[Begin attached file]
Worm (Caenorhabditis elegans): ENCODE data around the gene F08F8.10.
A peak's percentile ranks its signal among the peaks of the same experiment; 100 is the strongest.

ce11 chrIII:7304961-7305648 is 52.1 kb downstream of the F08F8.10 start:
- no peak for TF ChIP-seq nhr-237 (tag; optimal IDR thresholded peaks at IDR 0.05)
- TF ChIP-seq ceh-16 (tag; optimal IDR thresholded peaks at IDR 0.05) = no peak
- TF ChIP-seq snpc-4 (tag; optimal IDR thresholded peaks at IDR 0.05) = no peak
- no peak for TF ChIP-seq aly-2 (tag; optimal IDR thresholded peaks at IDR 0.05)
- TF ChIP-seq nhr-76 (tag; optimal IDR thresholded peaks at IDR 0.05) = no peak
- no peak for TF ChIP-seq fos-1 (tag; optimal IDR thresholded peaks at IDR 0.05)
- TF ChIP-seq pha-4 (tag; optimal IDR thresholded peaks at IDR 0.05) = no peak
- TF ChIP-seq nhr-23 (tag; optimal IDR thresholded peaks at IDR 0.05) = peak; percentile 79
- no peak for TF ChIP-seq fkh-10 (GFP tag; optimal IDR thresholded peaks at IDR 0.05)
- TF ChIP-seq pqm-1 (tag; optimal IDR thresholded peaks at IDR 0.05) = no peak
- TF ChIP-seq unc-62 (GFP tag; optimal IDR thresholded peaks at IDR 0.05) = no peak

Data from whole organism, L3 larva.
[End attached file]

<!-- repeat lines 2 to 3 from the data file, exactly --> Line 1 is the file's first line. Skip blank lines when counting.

A peak's percentile ranks its signal among the peaks of the same experiment; 100 is the strongest.

ce11 chrIII:7304961-7305648 is 52.1 kb downstream of the F08F8.10 start: